By Andrew Kerr
The U.S. intelligence community is seriously considering the possibility that the novel coronavirus could have been accidentally released from biochemical research labs in Wuhan, according to a report Tuesday.
“It’s definitely a real possibility being bandied about at the high levels of the administration,” one unnamed source with knowledge of China and national security told Yahoo News.
“It’s absolutely being looked at very closely at the highest levels,” another source told with knowledge of the investigations told the outlet.
Citing the accounts of nine current and former intelligence and national security officials familiar with investigations into the coronavirus, Yahoo News reported that the U.S. intelligence community is exploring all possible avenues the virus could have been unleashed into the human population, including the possibility that it spread naturally from a Wuhan wet market and the possibility that the virus could have been unintentionally released from research facilities that were known to be studying bat-based coronaviruses in Wuhan.
“We are actively and vigorously tracking down every piece of information we get on this topic and we are writing frequently to update policymakers,” one official said, noting that the intelligence community “has not come down on any one theory.”
However, the theory that the coronavirus is a man-made bioweapon has been largely discounted by the intelligence community, Yahoo News reported.
The lab leak theory has picked up steam in media, academic circles and the government in recent weeks.
Washington Post columnist Josh Rogin reported on Tuesday that U.S. Embassy had sent two official warnings to Washington D.C. warning about inadequate safety at a Wuhan research lab that was studying bat-based coronaviruses after visiting the lab in 2018.
And Richard H. Ebright, a professor of chemical biology at Rutgers University, previously told the Daily Caller News Foundation in no uncertain terms that he believes it’s possible that the coronavirus could have been unleashed due to a leak from the Wuhan Institute of Virology.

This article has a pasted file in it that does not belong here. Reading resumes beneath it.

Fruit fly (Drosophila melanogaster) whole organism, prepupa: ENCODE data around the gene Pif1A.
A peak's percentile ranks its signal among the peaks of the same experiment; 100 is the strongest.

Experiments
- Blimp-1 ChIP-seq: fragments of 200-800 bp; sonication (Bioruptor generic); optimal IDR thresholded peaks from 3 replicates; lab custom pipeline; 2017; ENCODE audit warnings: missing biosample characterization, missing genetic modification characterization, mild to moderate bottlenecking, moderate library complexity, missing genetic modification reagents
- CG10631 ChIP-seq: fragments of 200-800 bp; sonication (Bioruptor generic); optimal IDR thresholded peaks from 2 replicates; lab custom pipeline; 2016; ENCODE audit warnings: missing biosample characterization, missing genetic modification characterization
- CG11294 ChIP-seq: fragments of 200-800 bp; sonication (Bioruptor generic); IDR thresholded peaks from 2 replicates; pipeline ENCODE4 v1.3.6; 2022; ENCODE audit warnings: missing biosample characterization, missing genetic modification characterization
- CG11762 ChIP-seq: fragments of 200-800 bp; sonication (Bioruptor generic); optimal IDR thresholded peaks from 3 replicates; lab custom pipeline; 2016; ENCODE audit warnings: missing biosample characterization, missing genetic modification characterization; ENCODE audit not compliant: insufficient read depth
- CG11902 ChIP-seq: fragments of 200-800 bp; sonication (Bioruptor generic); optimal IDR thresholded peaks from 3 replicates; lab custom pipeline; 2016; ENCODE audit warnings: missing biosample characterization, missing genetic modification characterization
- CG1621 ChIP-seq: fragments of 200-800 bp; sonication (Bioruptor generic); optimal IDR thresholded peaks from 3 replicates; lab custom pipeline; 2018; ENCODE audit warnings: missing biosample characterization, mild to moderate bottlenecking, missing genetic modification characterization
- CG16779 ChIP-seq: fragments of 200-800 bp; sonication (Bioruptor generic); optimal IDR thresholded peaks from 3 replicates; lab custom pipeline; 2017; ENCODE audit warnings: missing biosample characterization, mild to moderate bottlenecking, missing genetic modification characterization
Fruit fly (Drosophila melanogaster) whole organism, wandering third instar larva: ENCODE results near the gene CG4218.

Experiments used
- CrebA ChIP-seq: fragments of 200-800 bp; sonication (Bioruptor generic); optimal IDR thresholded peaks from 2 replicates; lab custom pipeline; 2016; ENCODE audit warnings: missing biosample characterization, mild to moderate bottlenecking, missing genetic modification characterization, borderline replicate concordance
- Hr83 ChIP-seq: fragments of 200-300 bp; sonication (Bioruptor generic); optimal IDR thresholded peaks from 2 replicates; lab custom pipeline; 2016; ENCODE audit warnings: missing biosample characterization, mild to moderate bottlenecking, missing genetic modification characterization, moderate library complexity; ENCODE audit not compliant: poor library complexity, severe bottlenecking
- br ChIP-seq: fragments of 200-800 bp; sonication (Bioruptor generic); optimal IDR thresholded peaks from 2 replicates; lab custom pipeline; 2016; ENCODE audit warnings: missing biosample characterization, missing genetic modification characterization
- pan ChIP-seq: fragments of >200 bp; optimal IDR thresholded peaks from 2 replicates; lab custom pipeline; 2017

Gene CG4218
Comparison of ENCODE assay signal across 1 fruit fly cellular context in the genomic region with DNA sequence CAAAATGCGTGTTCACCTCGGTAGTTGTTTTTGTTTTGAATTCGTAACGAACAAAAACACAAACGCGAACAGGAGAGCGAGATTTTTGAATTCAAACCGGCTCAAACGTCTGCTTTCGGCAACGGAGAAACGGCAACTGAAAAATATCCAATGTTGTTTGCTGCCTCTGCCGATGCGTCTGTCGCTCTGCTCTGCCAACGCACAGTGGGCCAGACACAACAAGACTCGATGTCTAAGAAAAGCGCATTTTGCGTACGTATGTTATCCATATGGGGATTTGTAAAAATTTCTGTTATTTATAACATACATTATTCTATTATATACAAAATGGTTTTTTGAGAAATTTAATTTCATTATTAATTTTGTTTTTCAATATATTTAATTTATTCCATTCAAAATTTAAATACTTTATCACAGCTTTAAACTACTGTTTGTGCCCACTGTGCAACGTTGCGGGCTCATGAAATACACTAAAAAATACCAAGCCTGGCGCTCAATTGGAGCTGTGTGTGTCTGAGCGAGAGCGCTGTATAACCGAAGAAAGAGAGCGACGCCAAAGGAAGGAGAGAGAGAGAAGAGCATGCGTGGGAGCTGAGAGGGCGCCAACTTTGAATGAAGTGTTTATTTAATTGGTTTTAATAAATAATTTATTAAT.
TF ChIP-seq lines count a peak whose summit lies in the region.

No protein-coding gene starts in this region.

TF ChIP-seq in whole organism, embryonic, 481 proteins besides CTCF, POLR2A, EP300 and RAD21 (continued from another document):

After all, China’s top virologist on bat-borne viruses, Shi Zhengli, said in March that she frantically searched for evidence that any of her records in that lab were mishandled when she first learned of the coronavirus outbreak in Wuhan in late December.
“Could they have come from her lab?” she recalled thinking, according to the Scientific American.
“I had never expected this kind of thing to happen in Wuhan, in central China,” Shi added.
Shi now furiously denies that the novel coronavirus could have leaked from her lab at the Wuhan Institute of Virology.
Republican Sen. Tom Cotton of Arkansas, who was largely ridiculed in the press in February for suggesting that research labs in Wuhan could be connected to the virus’s exposure to the human population, told the DCNF in April it was a reasonable question to ask given China’s record of dishonesty on it’s handling of the coronavirus outbreak
“After concealing the virus for many weeks in December and then minimizing its severity for most of January, they then peddle an origin story about the food market in Wuhan,” Cotton said. “Given their dishonesty and the proximity of these labs, which we know were working with coronaviruses, it is only reasonable and responsible for us to ask the question and demand the answers.”
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